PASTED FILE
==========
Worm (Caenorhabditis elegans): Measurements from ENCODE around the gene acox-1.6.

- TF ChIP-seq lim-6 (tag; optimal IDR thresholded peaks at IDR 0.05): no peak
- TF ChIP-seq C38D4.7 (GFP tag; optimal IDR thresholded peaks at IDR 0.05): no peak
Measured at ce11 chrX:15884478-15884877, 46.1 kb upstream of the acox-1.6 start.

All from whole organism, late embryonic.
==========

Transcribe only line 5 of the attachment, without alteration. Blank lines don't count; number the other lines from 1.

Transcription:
All from whole organism, late embryonic.